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Open sharing of knowledge and informations

 Four years after the Massachusetts Institute of Technology unveiled a plan to make all its course materials available online for all the world to use, Anne H. Margulies still gets asked one question more than any other: “Why would MIT give this all away?â€?

 MIT has put nearly 1,000 of its 1,800 courses online, and is on track to finish the work of building the site by 2008 at a cost of $35 million. (The university is just beginning the work of estimating the costs of sustaining the OpenCourseWare project in a “steady stateâ€? once the buildout is finished, but expects, once the foundation money dries up, to absorb most of the annual costs in as its regular budget.) The site gets about 400,000 unique visits each month, or about 20,000 a day.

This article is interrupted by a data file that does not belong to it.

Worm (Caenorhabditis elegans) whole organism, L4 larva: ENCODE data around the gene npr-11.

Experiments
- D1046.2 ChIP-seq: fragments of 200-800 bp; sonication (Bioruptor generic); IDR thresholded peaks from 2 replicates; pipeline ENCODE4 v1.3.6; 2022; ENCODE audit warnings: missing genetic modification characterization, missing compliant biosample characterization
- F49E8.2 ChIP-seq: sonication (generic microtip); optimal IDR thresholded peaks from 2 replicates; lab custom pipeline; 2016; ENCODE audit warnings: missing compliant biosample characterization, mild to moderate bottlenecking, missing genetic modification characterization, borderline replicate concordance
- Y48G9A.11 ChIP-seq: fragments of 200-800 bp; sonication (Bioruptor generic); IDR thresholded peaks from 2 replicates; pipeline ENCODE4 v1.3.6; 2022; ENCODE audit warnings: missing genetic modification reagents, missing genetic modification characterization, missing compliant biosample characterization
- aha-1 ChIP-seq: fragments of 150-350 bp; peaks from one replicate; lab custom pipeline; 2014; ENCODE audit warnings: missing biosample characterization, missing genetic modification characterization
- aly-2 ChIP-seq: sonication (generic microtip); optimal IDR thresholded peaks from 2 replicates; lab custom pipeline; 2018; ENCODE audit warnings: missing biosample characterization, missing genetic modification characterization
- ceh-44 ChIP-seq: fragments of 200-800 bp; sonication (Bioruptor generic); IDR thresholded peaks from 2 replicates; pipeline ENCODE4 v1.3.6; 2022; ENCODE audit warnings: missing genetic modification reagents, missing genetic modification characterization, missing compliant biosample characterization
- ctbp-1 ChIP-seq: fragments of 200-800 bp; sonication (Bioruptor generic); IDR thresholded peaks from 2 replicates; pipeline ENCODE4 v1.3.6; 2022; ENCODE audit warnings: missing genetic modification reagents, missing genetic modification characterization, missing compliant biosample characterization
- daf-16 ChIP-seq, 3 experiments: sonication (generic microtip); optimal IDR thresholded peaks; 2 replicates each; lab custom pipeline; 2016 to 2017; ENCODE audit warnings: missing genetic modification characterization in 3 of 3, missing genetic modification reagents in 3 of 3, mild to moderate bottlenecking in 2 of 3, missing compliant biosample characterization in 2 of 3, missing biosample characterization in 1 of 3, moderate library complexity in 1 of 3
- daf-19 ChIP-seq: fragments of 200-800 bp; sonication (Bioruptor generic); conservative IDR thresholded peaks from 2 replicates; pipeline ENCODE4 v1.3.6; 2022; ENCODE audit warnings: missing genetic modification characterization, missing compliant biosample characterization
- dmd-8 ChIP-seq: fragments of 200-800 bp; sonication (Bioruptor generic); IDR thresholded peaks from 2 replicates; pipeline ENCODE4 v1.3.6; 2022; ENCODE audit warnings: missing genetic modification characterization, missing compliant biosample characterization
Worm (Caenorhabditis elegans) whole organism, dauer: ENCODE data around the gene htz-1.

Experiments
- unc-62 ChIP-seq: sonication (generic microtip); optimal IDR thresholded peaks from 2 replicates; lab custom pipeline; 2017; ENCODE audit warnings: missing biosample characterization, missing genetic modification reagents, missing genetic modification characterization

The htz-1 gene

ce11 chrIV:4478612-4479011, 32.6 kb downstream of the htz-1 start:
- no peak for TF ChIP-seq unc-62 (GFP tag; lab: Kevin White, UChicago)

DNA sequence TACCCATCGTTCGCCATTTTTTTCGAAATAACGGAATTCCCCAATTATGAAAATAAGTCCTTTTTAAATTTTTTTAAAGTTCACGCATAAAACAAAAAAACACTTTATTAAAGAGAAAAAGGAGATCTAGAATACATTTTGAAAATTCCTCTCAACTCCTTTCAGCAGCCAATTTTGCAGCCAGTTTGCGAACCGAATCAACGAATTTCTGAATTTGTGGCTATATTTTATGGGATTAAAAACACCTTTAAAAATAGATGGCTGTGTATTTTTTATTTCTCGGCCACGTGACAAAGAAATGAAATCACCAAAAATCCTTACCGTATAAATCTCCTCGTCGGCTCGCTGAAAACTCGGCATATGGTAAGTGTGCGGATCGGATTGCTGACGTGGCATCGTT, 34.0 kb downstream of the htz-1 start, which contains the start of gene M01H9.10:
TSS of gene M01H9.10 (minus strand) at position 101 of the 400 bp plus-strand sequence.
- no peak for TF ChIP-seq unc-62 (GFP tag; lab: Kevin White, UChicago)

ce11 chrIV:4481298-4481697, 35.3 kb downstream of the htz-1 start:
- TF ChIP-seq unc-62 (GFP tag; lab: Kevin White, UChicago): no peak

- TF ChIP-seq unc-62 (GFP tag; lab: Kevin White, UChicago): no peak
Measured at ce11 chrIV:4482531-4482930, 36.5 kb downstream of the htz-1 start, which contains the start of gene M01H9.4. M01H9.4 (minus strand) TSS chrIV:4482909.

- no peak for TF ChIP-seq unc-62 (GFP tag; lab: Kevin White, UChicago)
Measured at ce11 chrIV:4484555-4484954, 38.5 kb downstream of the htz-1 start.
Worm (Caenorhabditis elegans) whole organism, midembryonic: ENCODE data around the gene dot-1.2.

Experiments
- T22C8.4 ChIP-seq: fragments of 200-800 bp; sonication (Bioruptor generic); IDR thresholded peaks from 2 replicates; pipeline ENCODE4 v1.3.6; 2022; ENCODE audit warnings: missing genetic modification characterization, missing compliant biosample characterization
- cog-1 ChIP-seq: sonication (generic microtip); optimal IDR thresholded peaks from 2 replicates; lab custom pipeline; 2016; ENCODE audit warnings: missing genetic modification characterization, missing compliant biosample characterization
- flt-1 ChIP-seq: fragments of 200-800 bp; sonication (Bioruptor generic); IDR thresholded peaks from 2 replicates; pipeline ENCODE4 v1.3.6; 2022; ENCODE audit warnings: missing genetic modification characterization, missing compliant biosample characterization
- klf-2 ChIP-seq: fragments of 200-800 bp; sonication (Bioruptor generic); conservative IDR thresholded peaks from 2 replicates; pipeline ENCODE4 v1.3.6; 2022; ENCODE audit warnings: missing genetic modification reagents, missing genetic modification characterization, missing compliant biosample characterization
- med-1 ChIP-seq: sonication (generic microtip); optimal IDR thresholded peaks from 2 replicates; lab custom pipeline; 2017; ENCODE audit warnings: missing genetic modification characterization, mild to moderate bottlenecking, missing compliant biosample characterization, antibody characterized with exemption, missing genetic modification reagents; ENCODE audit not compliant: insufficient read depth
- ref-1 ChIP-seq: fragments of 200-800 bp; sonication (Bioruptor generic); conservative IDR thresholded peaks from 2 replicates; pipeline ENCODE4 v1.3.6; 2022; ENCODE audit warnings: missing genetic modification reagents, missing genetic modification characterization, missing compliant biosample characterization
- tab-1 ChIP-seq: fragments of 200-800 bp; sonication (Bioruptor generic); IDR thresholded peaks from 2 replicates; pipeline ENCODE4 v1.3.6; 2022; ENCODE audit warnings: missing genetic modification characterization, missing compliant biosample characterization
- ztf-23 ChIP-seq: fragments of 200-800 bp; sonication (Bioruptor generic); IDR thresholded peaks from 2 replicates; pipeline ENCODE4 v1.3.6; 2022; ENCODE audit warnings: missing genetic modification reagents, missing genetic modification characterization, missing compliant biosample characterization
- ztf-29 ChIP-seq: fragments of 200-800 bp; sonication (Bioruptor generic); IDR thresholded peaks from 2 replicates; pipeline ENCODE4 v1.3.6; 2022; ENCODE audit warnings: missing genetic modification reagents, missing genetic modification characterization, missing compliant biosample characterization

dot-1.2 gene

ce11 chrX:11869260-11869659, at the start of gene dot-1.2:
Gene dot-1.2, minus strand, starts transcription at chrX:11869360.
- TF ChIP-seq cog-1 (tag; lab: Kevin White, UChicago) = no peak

It has also helped encourage dozens of other colleges in the United States and worldwide to join what Margulies calls “this new movement toward open sharing of knowledge and information.â€? Major efforts are under way at
Utah State University, Foothill-DeAnza Community College District and Carnegie Mellon University, among others.
Read the full article at Inside Higher ED and do not forget to visit the OpenCourseware portal of MIT

About The Author

I worked with various Insurances companies across Switzerland on online applications handling billion premium volumes. I love to continuously spark my creativity in many different and challenging open-source projects fueled by my great passion for innovation and blockchain technology.In my technical role as a senior software engineer and Blockchain consultant, I help to define and implement innovative solutions in the scope of both blockchain and traditional products, solutions, and services. I can support the full spectrum of software development activities, starting from analyzing ideas and business cases and up to the production deployment of the solutions.I'm the Founder and CEO of Disruptr GmbH.

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